1. Re-install the updated plugin version from http://www.ccs.neu.edu/home/matthias/211-f05/csu211.plt You can either open this link via DrScheme's "File -gt; Install .plt" menu with the URL option; or you an open the link in your browser of choice, save the file, install it via "File -> Install .plt" and the file chooser.
  2. Once it has be re-installed, restart DrScheme, and things should be fine.
Email Dr. Eli Barzilay (eli@barzilay.org) if you run into problems with this procedure. Do not send him emails with solutions; he will delete those.

Thursday, November 10th, 2005

The second exam (Thursday: Nov 17) will cover all the material that is covered in problem sets 1 through 10 or HtDP chapters I through V.

Thursday, November 10th, 2005

To retrieve homeworks from the server:

  1. point your web browser to https://winooski.ccs.neu.edu:9773/
  2. login with your homework submission ID and password

You will now see several things. Most importantly, you will have access to your grades and your graded homework:

  • For hw08 and subsequent homeworks, you will see three links:
    • hw.scm: the file that you submitted;
    • graded.scm: the submitted file with the grader's annotations, suitable for running in DrScheme;
    • graded.html: the submitted file with the grader's annotations highlighted in red.
  • For tst1, you will not see any submission, as this represents the first midterm. Your grade should appear on the right, however.

Tuesday, November 8th, 2005

On popular request:
  1. Assignment 9 is now due on Friday @ NOON. This is an extension of the actual homework deadline. If you wish to respect Veteran's Day as a holiday without any work, you may do so and turn your homework in early.
  2. As of Assignment 9, the homework server will check two properties of your program: (a) it must RUN ("execute") and (b) it must not contain lines that contain more than 80 characters. The server will reject such programs and notify you of the rejection. It is up to you to fix your program's flaws then and to resubmit as needed.

Monday, November 7th, 2005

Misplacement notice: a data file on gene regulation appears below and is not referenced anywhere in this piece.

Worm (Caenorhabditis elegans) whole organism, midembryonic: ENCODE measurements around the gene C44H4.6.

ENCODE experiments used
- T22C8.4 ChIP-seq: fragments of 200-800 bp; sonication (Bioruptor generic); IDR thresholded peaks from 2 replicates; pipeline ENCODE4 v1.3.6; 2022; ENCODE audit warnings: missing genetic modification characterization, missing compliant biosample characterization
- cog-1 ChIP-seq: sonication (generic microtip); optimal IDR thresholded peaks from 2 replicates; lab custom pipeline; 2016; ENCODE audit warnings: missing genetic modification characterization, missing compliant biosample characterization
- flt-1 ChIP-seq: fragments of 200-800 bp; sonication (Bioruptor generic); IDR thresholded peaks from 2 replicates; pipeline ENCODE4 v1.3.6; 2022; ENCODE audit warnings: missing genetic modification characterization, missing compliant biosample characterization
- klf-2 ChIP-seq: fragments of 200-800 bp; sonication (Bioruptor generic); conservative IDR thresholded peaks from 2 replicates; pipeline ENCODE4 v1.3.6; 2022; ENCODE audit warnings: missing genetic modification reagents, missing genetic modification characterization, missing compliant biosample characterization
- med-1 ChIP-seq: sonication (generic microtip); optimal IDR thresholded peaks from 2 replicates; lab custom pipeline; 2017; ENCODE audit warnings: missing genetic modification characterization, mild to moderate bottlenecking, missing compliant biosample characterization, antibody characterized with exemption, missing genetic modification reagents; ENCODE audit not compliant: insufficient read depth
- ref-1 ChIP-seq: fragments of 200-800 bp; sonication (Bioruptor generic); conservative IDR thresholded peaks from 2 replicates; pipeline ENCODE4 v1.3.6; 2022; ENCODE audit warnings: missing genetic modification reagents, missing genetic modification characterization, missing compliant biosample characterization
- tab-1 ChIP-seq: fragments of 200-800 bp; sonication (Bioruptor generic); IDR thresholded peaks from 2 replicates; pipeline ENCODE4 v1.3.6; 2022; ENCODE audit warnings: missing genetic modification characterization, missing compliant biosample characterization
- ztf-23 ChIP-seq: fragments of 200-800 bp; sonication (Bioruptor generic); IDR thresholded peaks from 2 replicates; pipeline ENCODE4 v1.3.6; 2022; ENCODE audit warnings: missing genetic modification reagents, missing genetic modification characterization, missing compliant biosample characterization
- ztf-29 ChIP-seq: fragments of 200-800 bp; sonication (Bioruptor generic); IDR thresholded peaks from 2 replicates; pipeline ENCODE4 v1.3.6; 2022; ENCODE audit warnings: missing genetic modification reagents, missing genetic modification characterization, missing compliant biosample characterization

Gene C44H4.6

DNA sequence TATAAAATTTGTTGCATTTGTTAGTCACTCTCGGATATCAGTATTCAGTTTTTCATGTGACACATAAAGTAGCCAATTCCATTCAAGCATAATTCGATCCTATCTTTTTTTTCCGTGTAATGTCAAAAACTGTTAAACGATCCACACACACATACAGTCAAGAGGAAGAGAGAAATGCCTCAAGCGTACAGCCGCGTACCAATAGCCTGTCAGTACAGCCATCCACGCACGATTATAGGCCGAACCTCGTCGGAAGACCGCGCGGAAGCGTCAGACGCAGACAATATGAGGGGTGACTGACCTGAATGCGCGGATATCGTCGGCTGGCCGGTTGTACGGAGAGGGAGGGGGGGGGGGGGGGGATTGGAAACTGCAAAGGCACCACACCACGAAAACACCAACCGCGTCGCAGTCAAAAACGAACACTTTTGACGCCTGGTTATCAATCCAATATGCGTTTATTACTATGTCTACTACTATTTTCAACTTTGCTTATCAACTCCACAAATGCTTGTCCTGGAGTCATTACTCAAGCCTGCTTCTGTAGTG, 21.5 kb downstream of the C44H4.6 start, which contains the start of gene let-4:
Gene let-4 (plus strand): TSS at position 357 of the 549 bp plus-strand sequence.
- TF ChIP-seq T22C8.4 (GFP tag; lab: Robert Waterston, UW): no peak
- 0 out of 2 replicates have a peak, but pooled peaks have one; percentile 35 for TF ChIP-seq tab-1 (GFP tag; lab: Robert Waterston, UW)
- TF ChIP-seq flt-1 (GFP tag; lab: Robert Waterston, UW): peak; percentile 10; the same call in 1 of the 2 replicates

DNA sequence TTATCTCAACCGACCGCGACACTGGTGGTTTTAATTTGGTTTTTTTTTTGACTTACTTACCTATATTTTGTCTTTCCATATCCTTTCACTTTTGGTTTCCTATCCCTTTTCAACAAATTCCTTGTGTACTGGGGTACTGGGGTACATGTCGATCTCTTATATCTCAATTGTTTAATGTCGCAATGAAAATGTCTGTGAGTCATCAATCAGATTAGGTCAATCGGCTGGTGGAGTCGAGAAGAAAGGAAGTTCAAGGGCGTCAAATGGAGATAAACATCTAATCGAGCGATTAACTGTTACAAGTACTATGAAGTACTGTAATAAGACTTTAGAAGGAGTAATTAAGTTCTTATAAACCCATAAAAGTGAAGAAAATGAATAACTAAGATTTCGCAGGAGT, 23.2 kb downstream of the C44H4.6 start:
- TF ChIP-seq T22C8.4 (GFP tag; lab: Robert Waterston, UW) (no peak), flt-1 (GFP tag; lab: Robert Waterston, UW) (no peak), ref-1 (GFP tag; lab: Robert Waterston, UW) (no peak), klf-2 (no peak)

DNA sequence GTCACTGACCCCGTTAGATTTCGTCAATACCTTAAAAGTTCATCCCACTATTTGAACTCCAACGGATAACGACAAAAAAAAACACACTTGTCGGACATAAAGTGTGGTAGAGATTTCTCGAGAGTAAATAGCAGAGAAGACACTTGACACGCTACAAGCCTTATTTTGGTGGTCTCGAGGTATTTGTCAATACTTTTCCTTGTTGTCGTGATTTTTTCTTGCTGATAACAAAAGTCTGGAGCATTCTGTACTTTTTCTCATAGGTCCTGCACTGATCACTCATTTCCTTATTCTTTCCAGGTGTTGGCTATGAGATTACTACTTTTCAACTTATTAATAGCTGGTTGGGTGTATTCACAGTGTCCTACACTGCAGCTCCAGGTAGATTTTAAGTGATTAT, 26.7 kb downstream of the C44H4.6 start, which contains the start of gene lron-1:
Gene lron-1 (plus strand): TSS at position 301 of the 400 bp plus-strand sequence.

Please bring your journal to lab on Tuesday. The TAs will check your journal during the quiz period.

Friday, November 4th, 2005

Scott H. asked after class how to write the functions for Additional Problem 1. The problem that he encountered is that you must compare elements of sets. For example, if you want to work with [Set [Set Symbol]], you need to compare sets to make sure that (add-element '(a b c) '((x y z) (a b c))) doesn't add the element a second time. So in addition to abstracting over the nature of the elements in the sets, you also need to abstract over the equality comparison between elements. If you want to play with this code -- not required for the solution -- just use equal?, but don't use it anywhere else in your code.

You do not need to test locally defined functions.

On request:

  1. a function from today's lecture
  2. the rubric for homework 7
I also promised to post the solution of the optional challenge problem, but I realized that I may pose this as the final project (in a slightly different form) so I am holding off on this one. Apologies for a rash promise.

Friday, October 28th, 2005

To earn the next two percent (2%) of your overall class grade, bring along your class journal to the lab on Tuesday, November 1. The TAs will check your journal during the quiz period.

Friday, October 28th, 2005

The code from the October 27 lecture is available on-line now:
  1. XML processing
  2. ... with local
  3. Distance to Origin, the Pedestrian way

Monday, October 24th, 2005

(1) To all those of you who received below 30 (or so) points on the exam: if you are determined to make it through this course and wish to have more help from the course staff, see your Lab TA tomorrow after lab. The Lab TAs will set up weekly meetings with you (and/or a handful of you) to work through problems and to provide individualized feedback.

(2) A solution to the first midterm is now available on-line. To resolve any conflicts, you must follow this procedure:

  1. Read the solution.
  2. Approach the person who graded the problem about which you have doubts
  3. Discuss.
  4. If you believe that the grader is wrong, approach the instructor.
Keep in mind that a correct, working answer doesn't get you 100% of the points.

Monday, October 24th, 2005

On Oct 23, 2005, at 4:45 PM, Joseph Dooley wrote:
I'm going to Kansas City on Wednesday for a college publication convention. I'm getting back late Sunday, so I'm going to miss ... my office hours on Sunday. I can [will] hold my office hours on Wednesday, November 2, from 12:00-2:00.

Sunday, October 23rd, 2005

From a recent mail to the PLT Scheme mailing list:
From: workmin@...
Subject: [plt-scheme] A game in scheme
Date: October 23, 2005 11:03:03 PM EDT
To: plt-scheme@list.cs.brown.edu